“I keep on telling you, it’s Bumblebee!” Jon exclaimed, stepping back and fixing his own costume. They were standing in a dingy Bludhaven back alley, loitering in front of a very inconspicuous phone box. As inconspicuous as a phone box could ever be in 2017, anyway. “They were totally all over each other at the last movie night, I know it!”
“I thought she was with Zatanna?”
“God, that was six months ago. Practically an eternity. Keep up.” Jon rolled his eyes. They were both glad that Irey was dating again - she had taken a lot of time off relationships so she could focus on raising Bart - but she dated as fast as she ran. Which, while not as fast as Bart, was still pretty fucking fast. “I’m beginning to think we’re the weird ones, you know.”
“There’s nothing weird about us,” the billionaire ex-assassin vigilante said to the half-Kryptonian refugee from another dimension. “What, just because we’ve been dating for...eight years?”
“It’s a long time,” Jon pointed out, looking abruptly a little sketchy. “Maybe Kryptonians...mate for life or something. I don’t know.”
“Lucky me, then,” Damian joked, and he was rewarded with a brilliant smile from Jon. “If you want to have a talk about our relationship save it for when I’m much drunker, please. Shall we go?”
Jon threaded their arms together, and they stepped forward into the Zeta tube. “We shall.”
The Justice League holiday party was a big deal. It had been regularly held as long as the Justice League existed, and as the ranks swelled to ridiculous numbers it had become more and more of a blow-out party. There were always ridiculous drinking competitions. Someone was always foolish enough to challenge Diana to an arm wrestling contest. Someone was always dumb enough to refer to it as a Christmas Party in front of Father and Aunt Kate, who would bat-glare them into submission, because it was a holiday party, and some of them didn’t conform to colonialist Christian norms. Both Questions would always get so drunk that they threw up. Booster Gold would usually end up dancing on a table, unless his husband stopped him, which was only if his husband didn’t join him. Damian found the entire show obnoxious but Jon eagerly counted down the days until the holiday party every single year. He called it ‘the highlight of his existence’.
Personally, it felt weird to show up to a casual workplace party and get drunk while in kevlar, but Father always expressly forbade any drinking on the job and Damian was over the point where he was rebelliously sneaking drinks to get back at Father for whichever way he had wronged him that hour. He and Jon could get wasted on their own time once they got back to their apartment.
They had made sure to show up fashionably late, so by the time that the Zeta warped them into the teleportation room of the Watchtower the party was already obviously in full swing in the cafeteria. All of the non-essential support staff save the caterers had been given the night off, so the halls were deserted except for laughing superheroes holding glasses of champagne who waved at Jon and Damian as they walked by.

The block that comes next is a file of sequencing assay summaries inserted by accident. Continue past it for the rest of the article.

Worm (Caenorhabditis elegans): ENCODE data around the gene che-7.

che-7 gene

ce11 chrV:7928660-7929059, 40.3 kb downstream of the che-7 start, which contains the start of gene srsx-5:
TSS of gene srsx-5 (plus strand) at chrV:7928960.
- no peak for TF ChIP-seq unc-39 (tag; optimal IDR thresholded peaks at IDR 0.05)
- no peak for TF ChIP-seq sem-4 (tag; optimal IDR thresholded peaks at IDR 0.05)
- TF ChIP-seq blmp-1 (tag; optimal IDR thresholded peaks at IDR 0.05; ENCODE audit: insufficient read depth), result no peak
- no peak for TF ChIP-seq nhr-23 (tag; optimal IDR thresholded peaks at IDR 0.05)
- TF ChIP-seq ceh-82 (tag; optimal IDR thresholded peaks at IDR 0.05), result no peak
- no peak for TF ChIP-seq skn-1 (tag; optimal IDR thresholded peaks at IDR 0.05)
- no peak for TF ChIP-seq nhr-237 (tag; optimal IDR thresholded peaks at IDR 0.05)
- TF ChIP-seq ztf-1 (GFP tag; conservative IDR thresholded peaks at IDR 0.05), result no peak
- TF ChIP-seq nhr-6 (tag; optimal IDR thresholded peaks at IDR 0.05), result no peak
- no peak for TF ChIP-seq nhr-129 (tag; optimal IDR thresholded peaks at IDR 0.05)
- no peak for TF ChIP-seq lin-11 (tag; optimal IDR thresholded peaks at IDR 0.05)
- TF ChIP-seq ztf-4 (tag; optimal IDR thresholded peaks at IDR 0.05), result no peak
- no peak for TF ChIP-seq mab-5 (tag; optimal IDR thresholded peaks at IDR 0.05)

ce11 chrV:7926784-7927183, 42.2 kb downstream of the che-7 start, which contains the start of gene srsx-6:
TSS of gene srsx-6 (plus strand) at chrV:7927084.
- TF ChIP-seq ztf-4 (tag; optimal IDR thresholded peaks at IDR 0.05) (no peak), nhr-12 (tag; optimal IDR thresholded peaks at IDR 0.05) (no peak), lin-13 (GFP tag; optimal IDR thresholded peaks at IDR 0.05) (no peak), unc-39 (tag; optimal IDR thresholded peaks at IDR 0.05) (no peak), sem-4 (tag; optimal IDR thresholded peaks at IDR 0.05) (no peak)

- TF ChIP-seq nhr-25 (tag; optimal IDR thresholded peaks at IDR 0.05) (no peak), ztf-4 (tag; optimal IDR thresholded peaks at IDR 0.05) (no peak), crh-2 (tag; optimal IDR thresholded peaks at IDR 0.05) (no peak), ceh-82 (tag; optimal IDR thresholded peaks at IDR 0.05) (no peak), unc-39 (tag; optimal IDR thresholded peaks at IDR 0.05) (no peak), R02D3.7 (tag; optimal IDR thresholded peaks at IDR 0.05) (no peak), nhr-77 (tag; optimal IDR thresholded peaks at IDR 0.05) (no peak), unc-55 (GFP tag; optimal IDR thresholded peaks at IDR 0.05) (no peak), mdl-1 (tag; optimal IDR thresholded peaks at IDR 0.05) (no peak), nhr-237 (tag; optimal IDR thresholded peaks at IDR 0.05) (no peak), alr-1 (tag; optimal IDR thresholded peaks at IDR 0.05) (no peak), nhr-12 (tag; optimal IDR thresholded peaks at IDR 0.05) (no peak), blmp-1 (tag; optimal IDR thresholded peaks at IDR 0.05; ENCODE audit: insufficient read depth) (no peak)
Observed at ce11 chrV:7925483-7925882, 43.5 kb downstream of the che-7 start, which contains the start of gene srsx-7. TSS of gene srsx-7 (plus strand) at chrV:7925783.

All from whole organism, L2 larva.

Personally, Damian found the concept of a superhero headquarters on the fucking moon to be ridiculously emblematic of Western opulance and extravagance, but the infighting in the UN over which country the headquarters would be located in was getting so bad that the organization decided to fund the ludicrously expensive endeavour to put it in space. The Justice League had agreed mostly to stick it to Trump, and it was no secret how frosty the superhero’s community with the new administration was. The idiot was already talking about deporting the Supers, so whatever. Hilariously, Lex Luthor had gotten so mad over Trump insulting his son’s residency that he pulled financial support. Guess even evil had standards.
Speaking of which. Damian elbowed Jon in the side when he stopped to exchange pleasant small talk with Barda, Scott Free, and Orion. “Is Connor bringing anyone this time?”
Jon smiled at him, a little sadly. “I told you we mated for life.”
He dropped it, settling for pulling Jon a little closer.
The cafeteria was painfully loud, and everyone had already broken up into their favorite little cliques. The sociology of the Justice League pecking order had always been amusing to Damian, ever since he was a little boy: at that table sat the Original Six, of Superman, Batman, Wonder Woman, Rayner, Green Arrow and the Manhunter, occasionally accompanied by Irey, at the next table over sat the second wave of recruits with Hawkgirl, Zatanna, Black Canary and Captain Marvel. Over there was Justice League International, over here were the aliens, there were the anti-heroes. All of the first round of sidekicks tended to stick together, as they had grown up together, and sure enough it only took a few seconds of scanning the crowd before he found the close-knit crowd of Young Justice. Sin was monitoring them all with an eagle eye to make sure that they didn’t sneak any drinks, but Connor had obviously poured champagne into his apple cider and Cassandra Sandsmark was trying to tattle on him.
“You don’t have to if you don’t want to,” Jon said into his ear, “but I have to work the crowd a little before I get to hide in the corner with you. See you in twenty minutes?”
“You’re not a politician,” Damian complained, but he kind of was, so he let Jon kiss him on the cheek and let go of his hand. “I might as well check on the new brat, then. I don’t think his new friends are a good influence on him.”